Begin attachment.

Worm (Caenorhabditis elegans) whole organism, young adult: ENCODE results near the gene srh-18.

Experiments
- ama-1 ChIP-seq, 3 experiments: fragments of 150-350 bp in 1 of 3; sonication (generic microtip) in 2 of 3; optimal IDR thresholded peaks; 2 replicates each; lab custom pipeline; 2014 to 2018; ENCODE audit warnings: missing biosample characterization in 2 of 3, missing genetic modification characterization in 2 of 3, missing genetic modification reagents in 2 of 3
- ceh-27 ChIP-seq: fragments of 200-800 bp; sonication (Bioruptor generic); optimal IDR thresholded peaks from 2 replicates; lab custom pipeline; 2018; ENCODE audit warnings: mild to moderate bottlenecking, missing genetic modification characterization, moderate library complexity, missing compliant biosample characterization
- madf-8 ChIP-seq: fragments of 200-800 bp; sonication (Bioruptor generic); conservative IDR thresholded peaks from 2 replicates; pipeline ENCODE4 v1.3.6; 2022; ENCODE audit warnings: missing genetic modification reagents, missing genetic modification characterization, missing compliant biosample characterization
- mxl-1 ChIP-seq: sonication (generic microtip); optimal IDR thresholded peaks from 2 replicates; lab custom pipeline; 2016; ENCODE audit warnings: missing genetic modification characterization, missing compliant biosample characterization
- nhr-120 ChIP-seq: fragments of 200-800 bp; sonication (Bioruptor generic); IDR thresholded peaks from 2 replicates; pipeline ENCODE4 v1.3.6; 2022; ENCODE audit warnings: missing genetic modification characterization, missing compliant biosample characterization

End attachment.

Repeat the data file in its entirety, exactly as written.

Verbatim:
Worm (Caenorhabditis elegans) whole organism, young adult: ENCODE results near the gene srh-18.

Experiments
- ama-1 ChIP-seq, 3 experiments: fragments of 150-350 bp in 1 of 3; sonication (generic microtip) in 2 of 3; optimal IDR thresholded peaks; 2 replicates each; lab custom pipeline; 2014 to 2018; ENCODE audit warnings: missing biosample characterization in 2 of 3, missing genetic modification characterization in 2 of 3, missing genetic modification reagents in 2 of 3
- ceh-27 ChIP-seq: fragments of 200-800 bp; sonication (Bioruptor generic); optimal IDR thresholded peaks from 2 replicates; lab custom pipeline; 2018; ENCODE audit warnings: mild to moderate bottlenecking, missing genetic modification characterization, moderate library complexity, missing compliant biosample characterization
- madf-8 ChIP-seq: fragments of 200-800 bp; sonication (Bioruptor generic); conservative IDR thresholded peaks from 2 replicates; pipeline ENCODE4 v1.3.6; 2022; ENCODE audit warnings: missing genetic modification reagents, missing genetic modification characterization, missing compliant biosample characterization
- mxl-1 ChIP-seq: sonication (generic microtip); optimal IDR thresholded peaks from 2 replicates; lab custom pipeline; 2016; ENCODE audit warnings: missing genetic modification characterization, missing compliant biosample characterization
- nhr-120 ChIP-seq: fragments of 200-800 bp; sonication (Bioruptor generic); IDR thresholded peaks from 2 replicates; pipeline ENCODE4 v1.3.6; 2022; ENCODE audit warnings: missing genetic modification characterization, missing compliant biosample characterization